So last week I went to the PTA meeting to plead my case, along with a friend of mine who feels as passionately about this as I do. I was also really curious to see if other parents, teachers, and administrators were in agreement, and if so, how we might adopt a sugar-less culture at school. Here’s the handout we brought with us:
I tried to be really careful to use the term “sugar-less” instead of “sugar-free” because I’m not proposing we ban sugar from the school, I’m proposing that we stop giving our kids sugar without parental consent, and have less sugar at school. Let’s go ahead and have the bake sales, and the Halloween carnival, but please, during the day let’s not celebrate every birthday and holiday with doughnuts and cupcakes. Let’s tell the teachers, tutors, and others to stop using sugar as an incentive or a reward. Let’s not trade sugary treats or junk food on market day. Let’s practice what we teach about good health and nutrition.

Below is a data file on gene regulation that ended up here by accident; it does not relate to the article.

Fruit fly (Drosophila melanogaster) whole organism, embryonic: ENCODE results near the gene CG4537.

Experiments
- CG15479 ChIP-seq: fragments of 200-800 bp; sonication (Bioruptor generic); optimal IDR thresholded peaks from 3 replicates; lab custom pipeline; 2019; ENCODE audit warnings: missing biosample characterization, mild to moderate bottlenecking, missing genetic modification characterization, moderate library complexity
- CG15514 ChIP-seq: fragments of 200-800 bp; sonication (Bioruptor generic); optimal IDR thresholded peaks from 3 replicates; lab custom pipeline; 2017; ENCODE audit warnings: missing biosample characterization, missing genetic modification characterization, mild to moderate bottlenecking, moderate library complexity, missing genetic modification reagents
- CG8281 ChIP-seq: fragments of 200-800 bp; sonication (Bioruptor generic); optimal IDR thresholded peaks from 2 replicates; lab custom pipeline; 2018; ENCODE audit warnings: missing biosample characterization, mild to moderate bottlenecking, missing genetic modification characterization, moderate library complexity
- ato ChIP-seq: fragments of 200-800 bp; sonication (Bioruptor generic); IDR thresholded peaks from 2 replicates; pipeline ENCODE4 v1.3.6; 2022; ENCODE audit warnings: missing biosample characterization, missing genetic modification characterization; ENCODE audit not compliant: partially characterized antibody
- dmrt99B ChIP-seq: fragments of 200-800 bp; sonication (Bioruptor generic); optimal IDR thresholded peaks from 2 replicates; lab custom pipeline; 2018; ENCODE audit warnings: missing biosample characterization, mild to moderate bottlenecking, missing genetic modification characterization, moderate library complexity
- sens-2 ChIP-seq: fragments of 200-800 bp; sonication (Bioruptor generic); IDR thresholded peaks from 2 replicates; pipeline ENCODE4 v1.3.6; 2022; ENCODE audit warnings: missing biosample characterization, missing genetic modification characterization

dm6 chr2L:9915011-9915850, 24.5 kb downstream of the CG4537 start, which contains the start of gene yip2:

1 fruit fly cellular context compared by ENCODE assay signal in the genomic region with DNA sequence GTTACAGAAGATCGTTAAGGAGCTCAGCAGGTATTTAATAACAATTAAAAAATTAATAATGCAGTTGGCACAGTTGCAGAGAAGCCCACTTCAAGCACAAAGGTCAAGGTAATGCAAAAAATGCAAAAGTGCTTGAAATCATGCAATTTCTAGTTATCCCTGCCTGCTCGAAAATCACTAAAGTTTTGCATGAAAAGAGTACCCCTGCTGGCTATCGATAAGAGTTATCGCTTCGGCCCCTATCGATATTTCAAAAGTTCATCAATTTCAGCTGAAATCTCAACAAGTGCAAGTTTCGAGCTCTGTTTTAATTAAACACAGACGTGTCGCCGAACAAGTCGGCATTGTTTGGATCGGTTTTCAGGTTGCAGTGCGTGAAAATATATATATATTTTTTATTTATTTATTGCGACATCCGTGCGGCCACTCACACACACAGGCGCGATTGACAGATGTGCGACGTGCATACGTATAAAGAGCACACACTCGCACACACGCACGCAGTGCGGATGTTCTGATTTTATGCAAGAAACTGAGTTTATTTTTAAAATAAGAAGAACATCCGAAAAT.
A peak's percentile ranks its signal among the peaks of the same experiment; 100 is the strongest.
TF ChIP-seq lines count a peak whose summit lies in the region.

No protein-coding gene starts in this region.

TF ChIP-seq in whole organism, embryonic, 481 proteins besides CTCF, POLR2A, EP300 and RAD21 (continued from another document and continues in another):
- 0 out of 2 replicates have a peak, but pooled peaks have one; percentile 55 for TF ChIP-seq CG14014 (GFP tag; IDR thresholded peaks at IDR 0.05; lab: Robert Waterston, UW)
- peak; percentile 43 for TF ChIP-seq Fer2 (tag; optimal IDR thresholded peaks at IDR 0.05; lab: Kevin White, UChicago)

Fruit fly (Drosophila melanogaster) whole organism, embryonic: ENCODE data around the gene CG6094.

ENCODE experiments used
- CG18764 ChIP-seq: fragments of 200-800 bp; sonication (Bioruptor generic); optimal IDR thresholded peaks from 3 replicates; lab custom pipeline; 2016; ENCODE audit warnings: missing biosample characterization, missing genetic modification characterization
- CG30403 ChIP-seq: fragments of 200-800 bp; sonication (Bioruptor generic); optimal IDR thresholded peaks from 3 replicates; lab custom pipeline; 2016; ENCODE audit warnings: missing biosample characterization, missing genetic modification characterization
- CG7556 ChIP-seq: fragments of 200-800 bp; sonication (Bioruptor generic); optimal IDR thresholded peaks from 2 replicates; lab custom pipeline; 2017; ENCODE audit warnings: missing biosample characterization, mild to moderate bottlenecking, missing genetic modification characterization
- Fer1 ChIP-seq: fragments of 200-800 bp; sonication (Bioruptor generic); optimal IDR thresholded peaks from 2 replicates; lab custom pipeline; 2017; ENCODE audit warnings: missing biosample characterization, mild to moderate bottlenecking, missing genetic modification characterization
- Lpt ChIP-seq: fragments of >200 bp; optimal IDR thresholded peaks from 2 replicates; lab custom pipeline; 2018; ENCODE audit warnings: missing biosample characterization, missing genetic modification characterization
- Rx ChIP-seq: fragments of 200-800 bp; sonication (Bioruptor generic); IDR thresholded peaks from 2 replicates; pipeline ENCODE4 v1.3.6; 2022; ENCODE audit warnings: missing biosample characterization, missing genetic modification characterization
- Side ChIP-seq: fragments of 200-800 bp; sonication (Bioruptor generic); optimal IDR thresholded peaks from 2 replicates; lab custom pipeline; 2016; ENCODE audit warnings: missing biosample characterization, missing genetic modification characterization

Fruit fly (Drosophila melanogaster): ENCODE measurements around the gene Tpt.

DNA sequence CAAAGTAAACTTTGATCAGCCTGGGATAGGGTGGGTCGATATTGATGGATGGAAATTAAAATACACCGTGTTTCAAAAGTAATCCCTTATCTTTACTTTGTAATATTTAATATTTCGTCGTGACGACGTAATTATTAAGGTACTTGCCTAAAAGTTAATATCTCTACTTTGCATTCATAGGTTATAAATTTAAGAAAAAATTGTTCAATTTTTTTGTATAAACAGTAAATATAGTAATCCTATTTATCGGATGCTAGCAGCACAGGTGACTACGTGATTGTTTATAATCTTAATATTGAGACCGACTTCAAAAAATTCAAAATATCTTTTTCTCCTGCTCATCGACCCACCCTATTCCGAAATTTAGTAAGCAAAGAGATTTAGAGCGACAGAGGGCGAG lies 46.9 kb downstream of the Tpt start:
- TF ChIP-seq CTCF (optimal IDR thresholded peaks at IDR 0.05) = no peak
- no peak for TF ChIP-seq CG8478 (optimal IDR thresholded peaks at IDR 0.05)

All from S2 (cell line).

There weren’t that many parents at the PTA meeting, and no teachers, but the principal was there. Many of the parents were in total agreement and enthusiastic about the idea. One mom, a teacher in another school district, said they had done this at her school and she thought it was very successful. She said that they now celebrate birthdays by making birthday cards, and that the kids don’t miss the sugar at all.
After our discussion I asked the question, “So what can we do?” I was told by the PTA president and the principal that this needs to be a grass roots campaign and that we (my friend and I) should try to persuade parents to not bring in sugar for birthdays or market days. The principal said she would talk to the teachers. We were told we could work with the communications chairperson on this. Then our time was up.